Our first views were from up the Clyde as she was still docked at Gourock, just seeing the height of her against the cranes gave me a some kind of yard stick as to how bit this ship was. I am sure I could easily ask how long and how high, but suffice to say that in my eyes she was big, impressively big, but at the same time very stylish and proper. It is difficult to explain; maybe to say she was not big in the ostentatious or OTT way, there was a dignity and grace that I started to understand.

When she pulled away from the quayside and the floatila of boats were heading down the firth we got exteremly close and she was awe inspiring (have I just fallen head first into the awesome trap?). To hear the horn blow, it was one of those sounds that reverbarates in your chest; a sound you can feel, and that is always something.

I now can’t wait until December and my first (and most probably last) trip on the QE2, now I just wish it was transatlantic and not a weekend of the North Sea!

More pictures of the day are on my flickr

It has been a while……

The last post was back in June, in some ways it does not seem that long ago, but in others it seems to have been ages.

I must admit I spent a lot of July worrying and mildly panicing about the up and coming first anniversary of Tony’s death. I thought I was unprepared for what I was going to feel and how I was going to react. It was a very strange time and essentially has made me realise how much I cannot remember from July and August last year.

Towards the last minute I made plans to try and be away from home as much as possible; away to the Cairngorms in a friends croft. I find the hills and open spaces far more relaxing that the city and my friend and his mum were very understanding (as they were last year). Then after that I was away for Spain and France to spend a week with Scott as he had finished work and was ‘holidaying’ for a month before coming home. That trip was truly relaxing, I hired a car and we drove around the north of Spain, through Andorra and into France. Stayed a monestry, climbed a peak in the Pyrennes and explored a castle in the dark. It was a such a difference from last year that I still have vivid memories of the holiday even now.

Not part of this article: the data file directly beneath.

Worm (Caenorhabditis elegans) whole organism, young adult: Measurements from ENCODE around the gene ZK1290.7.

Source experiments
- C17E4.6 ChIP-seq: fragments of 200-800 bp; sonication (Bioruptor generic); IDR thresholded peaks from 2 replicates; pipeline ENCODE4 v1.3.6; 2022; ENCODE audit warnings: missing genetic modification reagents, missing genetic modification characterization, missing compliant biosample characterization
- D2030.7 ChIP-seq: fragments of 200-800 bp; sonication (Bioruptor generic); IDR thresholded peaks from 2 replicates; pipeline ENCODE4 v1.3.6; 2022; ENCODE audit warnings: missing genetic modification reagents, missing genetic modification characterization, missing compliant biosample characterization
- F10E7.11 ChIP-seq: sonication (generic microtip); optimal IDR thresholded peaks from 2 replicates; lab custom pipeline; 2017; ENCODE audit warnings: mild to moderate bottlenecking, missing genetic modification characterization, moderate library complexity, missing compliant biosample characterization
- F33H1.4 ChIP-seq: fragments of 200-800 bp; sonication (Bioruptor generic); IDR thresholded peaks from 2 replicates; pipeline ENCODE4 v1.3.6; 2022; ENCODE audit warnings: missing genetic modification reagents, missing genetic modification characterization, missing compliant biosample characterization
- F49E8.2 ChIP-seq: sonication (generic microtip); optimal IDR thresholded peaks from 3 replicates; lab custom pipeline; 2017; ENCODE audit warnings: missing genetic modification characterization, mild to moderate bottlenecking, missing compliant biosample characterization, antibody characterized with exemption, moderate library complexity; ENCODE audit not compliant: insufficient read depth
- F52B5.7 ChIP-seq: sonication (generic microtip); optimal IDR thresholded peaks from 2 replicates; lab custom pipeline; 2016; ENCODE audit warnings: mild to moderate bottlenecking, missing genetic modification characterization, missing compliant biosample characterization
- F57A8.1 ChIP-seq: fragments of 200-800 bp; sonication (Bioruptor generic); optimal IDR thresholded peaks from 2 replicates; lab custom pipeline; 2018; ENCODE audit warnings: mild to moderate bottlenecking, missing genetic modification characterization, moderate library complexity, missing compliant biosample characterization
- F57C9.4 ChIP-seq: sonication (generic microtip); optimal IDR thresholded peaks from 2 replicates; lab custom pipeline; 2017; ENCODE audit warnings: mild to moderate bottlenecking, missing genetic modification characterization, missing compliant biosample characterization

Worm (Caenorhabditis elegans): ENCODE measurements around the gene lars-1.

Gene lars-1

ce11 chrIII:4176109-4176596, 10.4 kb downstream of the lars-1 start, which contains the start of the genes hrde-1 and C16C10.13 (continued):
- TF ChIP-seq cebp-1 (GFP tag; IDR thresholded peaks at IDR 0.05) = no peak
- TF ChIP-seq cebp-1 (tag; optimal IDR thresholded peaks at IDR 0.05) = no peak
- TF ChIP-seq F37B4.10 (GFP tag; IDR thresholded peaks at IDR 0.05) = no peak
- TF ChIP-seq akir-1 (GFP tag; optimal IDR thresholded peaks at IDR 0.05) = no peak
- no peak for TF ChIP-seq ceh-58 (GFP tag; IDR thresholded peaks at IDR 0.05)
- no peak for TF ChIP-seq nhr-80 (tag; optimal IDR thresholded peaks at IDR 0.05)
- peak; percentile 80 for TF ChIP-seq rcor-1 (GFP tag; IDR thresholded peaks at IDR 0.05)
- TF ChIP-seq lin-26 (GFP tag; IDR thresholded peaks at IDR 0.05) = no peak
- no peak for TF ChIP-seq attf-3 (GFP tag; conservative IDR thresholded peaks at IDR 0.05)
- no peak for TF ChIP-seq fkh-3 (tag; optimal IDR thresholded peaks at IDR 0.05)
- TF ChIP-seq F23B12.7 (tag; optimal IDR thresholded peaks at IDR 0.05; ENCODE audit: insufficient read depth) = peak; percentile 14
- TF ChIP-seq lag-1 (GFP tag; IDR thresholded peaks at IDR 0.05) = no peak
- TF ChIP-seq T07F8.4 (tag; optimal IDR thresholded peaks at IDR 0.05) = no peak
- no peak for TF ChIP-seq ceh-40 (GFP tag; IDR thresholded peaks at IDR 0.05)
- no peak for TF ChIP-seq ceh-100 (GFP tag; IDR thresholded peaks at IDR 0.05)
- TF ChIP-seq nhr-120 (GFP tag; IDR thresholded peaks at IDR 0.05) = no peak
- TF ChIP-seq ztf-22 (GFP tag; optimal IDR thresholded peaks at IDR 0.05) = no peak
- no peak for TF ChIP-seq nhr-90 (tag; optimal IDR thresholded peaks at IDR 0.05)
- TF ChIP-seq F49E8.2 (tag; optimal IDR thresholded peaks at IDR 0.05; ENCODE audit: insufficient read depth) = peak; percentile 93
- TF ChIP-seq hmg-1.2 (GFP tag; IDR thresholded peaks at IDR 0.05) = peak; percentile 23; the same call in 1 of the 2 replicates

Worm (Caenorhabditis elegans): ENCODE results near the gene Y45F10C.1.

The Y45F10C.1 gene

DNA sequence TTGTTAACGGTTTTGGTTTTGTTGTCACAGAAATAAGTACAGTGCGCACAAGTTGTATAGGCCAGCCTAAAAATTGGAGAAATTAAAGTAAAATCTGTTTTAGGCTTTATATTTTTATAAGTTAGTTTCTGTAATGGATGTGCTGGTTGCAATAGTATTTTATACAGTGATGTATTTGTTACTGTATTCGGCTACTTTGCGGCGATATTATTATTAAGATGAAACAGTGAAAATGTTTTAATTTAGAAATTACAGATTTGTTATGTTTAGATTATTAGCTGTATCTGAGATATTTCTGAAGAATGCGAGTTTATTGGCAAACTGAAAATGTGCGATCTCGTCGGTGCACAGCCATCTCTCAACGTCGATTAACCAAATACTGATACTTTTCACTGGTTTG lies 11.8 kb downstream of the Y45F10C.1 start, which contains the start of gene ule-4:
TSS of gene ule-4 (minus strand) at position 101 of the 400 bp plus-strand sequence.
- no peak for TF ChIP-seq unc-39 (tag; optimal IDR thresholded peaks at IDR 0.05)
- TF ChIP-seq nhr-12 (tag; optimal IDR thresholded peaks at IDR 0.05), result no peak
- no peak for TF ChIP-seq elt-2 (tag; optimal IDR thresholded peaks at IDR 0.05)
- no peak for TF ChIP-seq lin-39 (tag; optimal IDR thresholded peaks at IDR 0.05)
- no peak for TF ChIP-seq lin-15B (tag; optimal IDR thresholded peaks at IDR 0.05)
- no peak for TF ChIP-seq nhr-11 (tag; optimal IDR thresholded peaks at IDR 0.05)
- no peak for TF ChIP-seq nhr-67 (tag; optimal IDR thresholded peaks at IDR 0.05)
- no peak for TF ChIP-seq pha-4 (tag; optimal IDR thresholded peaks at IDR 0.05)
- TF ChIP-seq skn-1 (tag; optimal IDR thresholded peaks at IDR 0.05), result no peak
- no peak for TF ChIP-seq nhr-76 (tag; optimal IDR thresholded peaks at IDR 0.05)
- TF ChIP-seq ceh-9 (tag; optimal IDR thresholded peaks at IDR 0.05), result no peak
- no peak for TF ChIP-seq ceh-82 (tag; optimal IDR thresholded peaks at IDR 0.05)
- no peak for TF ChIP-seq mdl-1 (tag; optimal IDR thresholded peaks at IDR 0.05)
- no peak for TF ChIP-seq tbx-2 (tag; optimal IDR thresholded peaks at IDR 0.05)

I have now also got Fes back :oD The work was pricey but he is a new car now and has returned my joy of driving around in a small odd wee car. It is not an understatement to say that the Mini thing and the trips and runs with the Mini Clan are reasonable part of my life. I have met some great friends through it and have been on some spectaular holidays and trips. At the end of August I was up in the Black Isle supporting Minis in Inverness’ charity run. Another really good weekend taking me to places in Scotland that I have never been to and I want to go back and explore more. Some more flickr photos.

Work has been good, in fact it has been damn good. I have a couple of really interesting items on my desk at the moment and I am really enjoying the challenge. It once again reminds me that I am very luck about working life, I enjoy (to a high degree) the work and I do and the place that I work. Granted there are always small things that I would change (and the odd big one as well), but I get the opportunity to say my bit and I know that, in some if not all, it is taken on board and valued as a contribution. There has been a bit of sadness as one of my good collegues and mates has left to go on to better things, but it has left me with the opportunity to get some staff now and learn what it is like to be a people manager as well a the manager of a subject. Time will tell how that will go, but I think it will go well. (Maybe you can tell I am in an optimistic mood about life at the moment!).

There are more detailed things some of which are mentioned above and some are not, but I am going to fill in more blanks over the coming nights.